Seattle Children’s Hospital strives to provide the highest quality care from the perspective of patients and families. Although our Family Experience Survey scores are good, we know they can be great. In fact, over half of our physicians report that we do not consistently provide the patient experience that they would want for their own loved ones. Currently, physicians report they are unaware of both patient and family perceptions and strategies that can improve those relationships. The goal of the Children’s University Medical Group (CUMG) Connect project is to improve the overall scores of the Family Experience Survey and the scores on questions related to physician communication by November 23, 2015. Participants will increase awareness of family perceptions through sharing and evaluation of data, and they will learn about and implement strategies to enhance physician communication skills.

Participation in this project is limited to physicians who work for Children’s University Medical Group.

To participate either individually or as a clinic/division, contact the project leaders, Dr. Harris Baden and Jennifer Scott.

Cyclophosphamide Recurring Infusion Pathway Practice Improvement (CRIPPI)

Cyclophosphamide is a potentially toxic medication used for treatment of severe disease in pediatric patients with inflammatory disorders such as systemic lupus erythematosus and systemic vasculitis. Patients are at risk for short-term complications that can occur during the cyclophosphamide infusion, as well as long-term complications related to cumulative cyclophosphamide doses and concomitant corticosteroid administration. The Clinical Standard Work Cyclophosphamide Recurring Infusion Pathway is a Seattle Children’s Hospital evidence-based quality improvement effort developed to optimize clinical efficacy of cyclophosphamide and minimize possible adverse events associated with this treatment regimen. This MOC project aims to improve adherence to three specific pathway recommendations:

  • To utilize minimally effective cumulative cyclophosphamide dose by using recommended starting dose range
  • To provide outpatient prescription for calcium and vitamin D supplementation to all patients on the pathway
  • To screen for pregnancy prior to each cyclophosphamide administration in female patients >12 years

To participate, contact the project leader, Dr. Kristen Hayward.

Handoff Coaching

Effective communication among healthcare workers is crucial for safe patient care. Handoff of patient care between attending physicians is a well-recognized time when miscommunication can occur leading to medical errors. The goal of this MOC project is to develop and implement a standardized attending handoff process that will improve the communication and patient safety for our patients. Participants (handoff coaches) will learn about the best practices for handoffs, help implement and monitor adherence to a standard process for handoffs, learn to provide effective just-in-time feedback and collect data on critical information during handoffs.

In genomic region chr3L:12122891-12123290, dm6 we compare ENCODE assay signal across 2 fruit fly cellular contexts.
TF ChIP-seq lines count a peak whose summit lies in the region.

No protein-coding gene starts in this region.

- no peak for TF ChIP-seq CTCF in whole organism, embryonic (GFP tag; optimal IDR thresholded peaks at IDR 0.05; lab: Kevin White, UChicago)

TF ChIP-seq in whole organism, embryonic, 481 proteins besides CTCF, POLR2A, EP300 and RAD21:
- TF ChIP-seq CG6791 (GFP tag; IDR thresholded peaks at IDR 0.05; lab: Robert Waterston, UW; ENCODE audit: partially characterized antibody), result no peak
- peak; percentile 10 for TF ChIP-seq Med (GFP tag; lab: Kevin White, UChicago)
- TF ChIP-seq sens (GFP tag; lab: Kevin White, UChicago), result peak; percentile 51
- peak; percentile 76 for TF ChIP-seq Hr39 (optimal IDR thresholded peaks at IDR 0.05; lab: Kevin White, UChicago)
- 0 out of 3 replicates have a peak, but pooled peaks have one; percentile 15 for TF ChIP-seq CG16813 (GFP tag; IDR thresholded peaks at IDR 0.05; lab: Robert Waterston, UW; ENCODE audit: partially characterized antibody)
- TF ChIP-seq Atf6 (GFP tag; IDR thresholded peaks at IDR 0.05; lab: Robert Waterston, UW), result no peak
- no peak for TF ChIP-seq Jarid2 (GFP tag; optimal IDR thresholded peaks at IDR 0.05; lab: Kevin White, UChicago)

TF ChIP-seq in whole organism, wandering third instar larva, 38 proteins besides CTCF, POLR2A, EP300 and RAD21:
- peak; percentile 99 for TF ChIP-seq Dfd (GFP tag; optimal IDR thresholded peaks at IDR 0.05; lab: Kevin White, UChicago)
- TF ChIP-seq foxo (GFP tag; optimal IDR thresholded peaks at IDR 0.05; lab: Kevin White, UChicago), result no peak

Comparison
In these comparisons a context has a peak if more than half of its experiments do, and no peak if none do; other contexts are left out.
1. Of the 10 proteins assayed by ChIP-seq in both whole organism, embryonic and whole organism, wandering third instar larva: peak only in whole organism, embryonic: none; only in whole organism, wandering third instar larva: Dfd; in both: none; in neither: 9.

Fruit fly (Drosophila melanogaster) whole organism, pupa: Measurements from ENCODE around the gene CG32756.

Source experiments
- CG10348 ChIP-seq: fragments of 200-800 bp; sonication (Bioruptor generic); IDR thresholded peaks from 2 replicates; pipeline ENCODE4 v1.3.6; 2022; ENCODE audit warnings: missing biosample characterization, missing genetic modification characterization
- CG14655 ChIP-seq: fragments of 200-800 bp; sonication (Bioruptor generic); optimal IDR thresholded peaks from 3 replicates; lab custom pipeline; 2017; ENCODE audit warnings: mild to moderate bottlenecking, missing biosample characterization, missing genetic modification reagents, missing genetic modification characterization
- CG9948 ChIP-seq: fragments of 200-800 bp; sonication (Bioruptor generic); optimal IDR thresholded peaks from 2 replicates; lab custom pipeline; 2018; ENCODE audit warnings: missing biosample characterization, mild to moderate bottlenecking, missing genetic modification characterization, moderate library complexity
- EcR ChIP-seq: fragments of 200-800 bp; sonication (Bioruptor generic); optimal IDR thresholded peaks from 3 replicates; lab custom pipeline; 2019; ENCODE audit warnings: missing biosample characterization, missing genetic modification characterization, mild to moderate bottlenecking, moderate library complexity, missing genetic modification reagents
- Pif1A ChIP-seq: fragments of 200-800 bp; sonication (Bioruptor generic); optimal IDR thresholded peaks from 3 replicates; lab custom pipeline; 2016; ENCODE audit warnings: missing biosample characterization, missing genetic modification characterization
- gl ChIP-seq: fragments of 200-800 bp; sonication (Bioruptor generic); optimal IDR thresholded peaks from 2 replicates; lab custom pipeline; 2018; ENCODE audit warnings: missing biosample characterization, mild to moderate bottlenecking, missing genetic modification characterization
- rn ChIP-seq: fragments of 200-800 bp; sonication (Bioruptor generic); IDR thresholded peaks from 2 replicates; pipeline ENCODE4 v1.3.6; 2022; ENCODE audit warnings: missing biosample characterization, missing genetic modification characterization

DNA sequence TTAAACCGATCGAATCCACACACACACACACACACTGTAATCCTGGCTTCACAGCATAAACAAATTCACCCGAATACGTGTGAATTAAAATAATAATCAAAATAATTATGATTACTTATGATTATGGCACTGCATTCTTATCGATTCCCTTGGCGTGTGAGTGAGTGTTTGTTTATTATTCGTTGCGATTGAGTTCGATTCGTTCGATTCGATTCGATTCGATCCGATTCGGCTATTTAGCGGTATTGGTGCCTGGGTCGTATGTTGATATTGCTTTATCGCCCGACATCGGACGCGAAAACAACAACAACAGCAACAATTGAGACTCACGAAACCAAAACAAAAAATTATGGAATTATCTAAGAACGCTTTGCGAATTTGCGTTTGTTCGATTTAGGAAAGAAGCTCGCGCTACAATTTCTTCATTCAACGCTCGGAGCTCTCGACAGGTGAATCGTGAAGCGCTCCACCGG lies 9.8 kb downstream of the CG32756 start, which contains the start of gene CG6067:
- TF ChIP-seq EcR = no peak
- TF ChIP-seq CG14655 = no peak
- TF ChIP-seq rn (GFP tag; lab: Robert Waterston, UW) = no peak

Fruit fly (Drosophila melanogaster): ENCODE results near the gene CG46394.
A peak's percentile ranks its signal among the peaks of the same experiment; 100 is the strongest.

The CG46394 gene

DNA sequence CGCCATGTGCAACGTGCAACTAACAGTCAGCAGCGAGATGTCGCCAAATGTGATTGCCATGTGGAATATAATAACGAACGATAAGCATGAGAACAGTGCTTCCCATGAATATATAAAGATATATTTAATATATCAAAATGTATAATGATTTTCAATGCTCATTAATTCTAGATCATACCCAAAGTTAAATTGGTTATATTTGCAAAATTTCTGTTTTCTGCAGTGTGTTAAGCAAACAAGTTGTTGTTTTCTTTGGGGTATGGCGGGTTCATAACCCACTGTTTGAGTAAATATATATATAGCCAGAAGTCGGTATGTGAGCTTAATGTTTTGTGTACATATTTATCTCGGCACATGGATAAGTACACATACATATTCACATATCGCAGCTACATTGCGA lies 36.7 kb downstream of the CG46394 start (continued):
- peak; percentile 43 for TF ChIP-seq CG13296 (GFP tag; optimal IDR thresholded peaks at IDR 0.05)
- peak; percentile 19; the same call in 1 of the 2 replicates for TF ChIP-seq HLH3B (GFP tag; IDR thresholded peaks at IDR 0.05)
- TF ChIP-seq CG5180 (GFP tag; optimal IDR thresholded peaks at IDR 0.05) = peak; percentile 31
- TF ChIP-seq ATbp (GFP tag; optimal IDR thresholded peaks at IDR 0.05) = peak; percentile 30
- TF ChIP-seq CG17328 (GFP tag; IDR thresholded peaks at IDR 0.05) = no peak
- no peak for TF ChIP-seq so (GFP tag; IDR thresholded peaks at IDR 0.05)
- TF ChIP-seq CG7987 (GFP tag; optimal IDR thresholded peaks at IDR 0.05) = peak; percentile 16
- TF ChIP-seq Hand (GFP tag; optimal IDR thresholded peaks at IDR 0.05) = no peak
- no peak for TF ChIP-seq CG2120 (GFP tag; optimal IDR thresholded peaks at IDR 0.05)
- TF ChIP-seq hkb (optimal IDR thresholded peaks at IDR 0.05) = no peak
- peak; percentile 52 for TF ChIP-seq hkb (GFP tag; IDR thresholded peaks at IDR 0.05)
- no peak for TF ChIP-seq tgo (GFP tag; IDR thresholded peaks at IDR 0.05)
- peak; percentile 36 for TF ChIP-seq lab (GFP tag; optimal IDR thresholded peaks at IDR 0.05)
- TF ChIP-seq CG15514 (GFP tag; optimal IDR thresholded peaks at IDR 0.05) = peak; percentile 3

To participate, contact the project leader, Dr. Jimmy Beck.

Head CT Utilization for Pediatric Head Trauma Patients

Pediatric blunt head trauma is a common reason to seek Emergency Department (ED) care in the US, resulting in 650,000 visits per year. Patients with minor head trauma can present a diagnostic challenge due to the need to quickly identify serious traumatic brain injuries (TBIs) while limiting the radiation exposure, sedation risk and cost from computerized tomography (CT). Children are particularly susceptible to the carcinogenic properties of radiation; it is estimated that one case of leukemia results from every 5,250 head CTs performed on children less than 5 years old. Clinical prediction rules have identified patients at very low risk for TBI, but there remains significant practice variation across hospitals in the rate of CT scans for pediatric head injury. In particular, head CT rates are significantly higher among patients who present to general EDs (22%) as compared to pediatric EDs (13%). This is important because 89% of emergency visits in the US for patients under 14 years old are to general EDs.

The goal of this project is to reduce the head CT utilization rate among pediatric head trauma patients seen at St. Peter Hospital ED from 71% to 25% in 12 months. We have adapted the PECARN clinical prediction rule to a pathway for use in our ED. In addition, we are providing feedback to individual practitioners on their rates of CTs. We are improving handouts given to parents in order to emphasize the role of observation on management of pediatric head injury.

Participation in this project is limited to faculty working in hospitals affiliated with Seattle Children's.

To participate, contact the project leader, Dr. Rebecca Jennings.

Hepatitis B Newborn Immunization Rate